TRADEMARKS- 5 simple RULES to consider


Rule #1-   Don’t try to trademark your logo, business name, tag line, etc. without professional help.

I see people screw up their trademarks on a regular basis.  Trademark law is not as complex as patent law, but it is not easy for most law persons.  Don’t be cheap.  Get professional help.

Rule #2-   Your lawyer may not be the right lawyer for your trademark needs.

About 25% of my trademark cases come from clients who first hired a lawyer who knew nothing about trademark law, and then they came to me for help.  If another lawyer files a trademark improperly, I have to charge the client more to fix the trademark application than I would have charged to do the entire filing from the beginning myself.  It is always more and harder work for me to fix another lawyer’s mistakes, than it is for me to do the job right the first time.

Rule #3-  Decide on an I.P. strategy sooner than later.

Not all logo’s, company names, tag lines, etc. should be trademarked.  Or, state trademarks might be enough, and there is no need for a federal mark.  If you use a good trademark lawyer, he or she will discuss strategy with you first.  If your trademark lawyer hasn’t engaged in cost-benefit analysis of various strategies with you, fire that lawyer and find a better one.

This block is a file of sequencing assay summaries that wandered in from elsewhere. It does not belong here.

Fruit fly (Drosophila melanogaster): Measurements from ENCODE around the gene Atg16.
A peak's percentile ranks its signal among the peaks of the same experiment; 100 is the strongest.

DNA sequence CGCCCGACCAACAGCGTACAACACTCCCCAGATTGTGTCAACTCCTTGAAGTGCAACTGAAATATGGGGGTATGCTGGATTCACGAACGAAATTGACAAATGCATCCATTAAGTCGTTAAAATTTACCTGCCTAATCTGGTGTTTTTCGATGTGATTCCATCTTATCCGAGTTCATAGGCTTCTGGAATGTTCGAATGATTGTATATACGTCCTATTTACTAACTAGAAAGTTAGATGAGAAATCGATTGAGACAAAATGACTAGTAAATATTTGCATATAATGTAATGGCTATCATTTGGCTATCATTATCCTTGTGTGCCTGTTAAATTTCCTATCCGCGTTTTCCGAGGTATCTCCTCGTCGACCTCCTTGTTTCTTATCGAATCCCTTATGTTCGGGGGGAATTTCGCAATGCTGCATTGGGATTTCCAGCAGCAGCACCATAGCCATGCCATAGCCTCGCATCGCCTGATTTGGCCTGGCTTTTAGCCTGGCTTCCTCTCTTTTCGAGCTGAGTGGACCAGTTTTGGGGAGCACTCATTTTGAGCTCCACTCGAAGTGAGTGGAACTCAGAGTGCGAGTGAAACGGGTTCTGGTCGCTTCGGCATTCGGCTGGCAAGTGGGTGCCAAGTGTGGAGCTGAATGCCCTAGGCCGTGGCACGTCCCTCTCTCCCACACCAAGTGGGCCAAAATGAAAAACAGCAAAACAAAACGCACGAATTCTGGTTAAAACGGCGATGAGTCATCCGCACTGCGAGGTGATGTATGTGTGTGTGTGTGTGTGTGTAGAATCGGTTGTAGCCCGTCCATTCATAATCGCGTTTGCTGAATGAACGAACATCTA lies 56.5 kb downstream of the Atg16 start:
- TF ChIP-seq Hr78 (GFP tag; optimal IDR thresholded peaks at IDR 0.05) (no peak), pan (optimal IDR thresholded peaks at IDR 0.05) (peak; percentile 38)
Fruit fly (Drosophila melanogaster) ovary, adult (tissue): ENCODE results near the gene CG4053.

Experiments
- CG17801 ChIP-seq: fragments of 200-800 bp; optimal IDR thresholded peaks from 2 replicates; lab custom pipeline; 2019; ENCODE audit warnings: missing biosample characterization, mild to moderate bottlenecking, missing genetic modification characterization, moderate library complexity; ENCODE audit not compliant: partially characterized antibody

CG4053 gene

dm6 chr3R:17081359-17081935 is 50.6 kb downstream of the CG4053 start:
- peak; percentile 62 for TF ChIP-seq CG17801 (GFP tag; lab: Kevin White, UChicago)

Rule #4-  Protect your trademarks.

Once you get a trademark or service mark, protect that investment.  Indicate ownership of your business name with an ® if it is registered as a federal trademark, a ™ if it is an unregistered trademark and a SM if it is an unregistered service mark.

Rule #5-  Understand that trademarks are not the only ways to protect your I.P.

*  If you plan on incorporating, register your name with your state’s secretary of state.

*  Common law rights can be just as powerful as statutory trademarks.

*  Federal law protects certain domain names from Cyber Squatters.

*  Copyrights are different than trademarks.  Learn when to use which set of protections.

*  First in time often equates to first in right.   So, be able to prove "first-use" by keeping records that document the date you began using your business name.

*  If you do business abroad, you should also register your business name there.

*  If you go over state lines, you better see a trademark lawyer about your needs, rights and risks.  Everything changes when you do business over state lines.   Remember the Internet enables you to do business anywhere at any time- day or night!



Matthew A. Griffith is a business and real estate attorney, entrepreneur, business success coach and investor.  He guides small business owners, management teams, inventors and investors to profitability using both time-tested and innovative business ideas, methods, tools and techniques.  For a consultation, contact him via email-

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